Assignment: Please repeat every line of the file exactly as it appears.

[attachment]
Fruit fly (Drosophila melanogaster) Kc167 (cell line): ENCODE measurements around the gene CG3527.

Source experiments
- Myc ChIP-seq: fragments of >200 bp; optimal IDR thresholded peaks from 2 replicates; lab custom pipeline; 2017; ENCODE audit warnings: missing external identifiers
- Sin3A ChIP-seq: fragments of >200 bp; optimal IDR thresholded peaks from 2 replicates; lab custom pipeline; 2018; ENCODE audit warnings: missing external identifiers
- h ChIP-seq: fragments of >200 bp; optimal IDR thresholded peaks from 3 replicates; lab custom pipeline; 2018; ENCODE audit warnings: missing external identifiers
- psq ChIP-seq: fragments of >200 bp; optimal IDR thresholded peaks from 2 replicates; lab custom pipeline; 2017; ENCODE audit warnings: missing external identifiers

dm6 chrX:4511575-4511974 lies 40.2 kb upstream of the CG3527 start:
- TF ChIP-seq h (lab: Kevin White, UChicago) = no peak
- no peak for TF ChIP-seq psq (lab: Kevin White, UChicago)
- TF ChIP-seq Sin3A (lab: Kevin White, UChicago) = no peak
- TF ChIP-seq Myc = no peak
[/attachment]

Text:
Fruit fly (Drosophila melanogaster) Kc167 (cell line): ENCODE measurements around the gene CG3527.

Source experiments
- Myc ChIP-seq: fragments of >200 bp; optimal IDR thresholded peaks from 2 replicates; lab custom pipeline; 2017; ENCODE audit warnings: missing external identifiers
- Sin3A ChIP-seq: fragments of >200 bp; optimal IDR thresholded peaks from 2 replicates; lab custom pipeline; 2018; ENCODE audit warnings: missing external identifiers
- h ChIP-seq: fragments of >200 bp; optimal IDR thresholded peaks from 3 replicates; lab custom pipeline; 2018; ENCODE audit warnings: missing external identifiers
- psq ChIP-seq: fragments of >200 bp; optimal IDR thresholded peaks from 2 replicates; lab custom pipeline; 2017; ENCODE audit warnings: missing external identifiers

dm6 chrX:4511575-4511974 lies 40.2 kb upstream of the CG3527 start:
- TF ChIP-seq h (lab: Kevin White, UChicago) = no peak
- no peak for TF ChIP-seq psq (lab: Kevin White, UChicago)
- TF ChIP-seq Sin3A (lab: Kevin White, UChicago) = no peak
- TF ChIP-seq Myc = no peak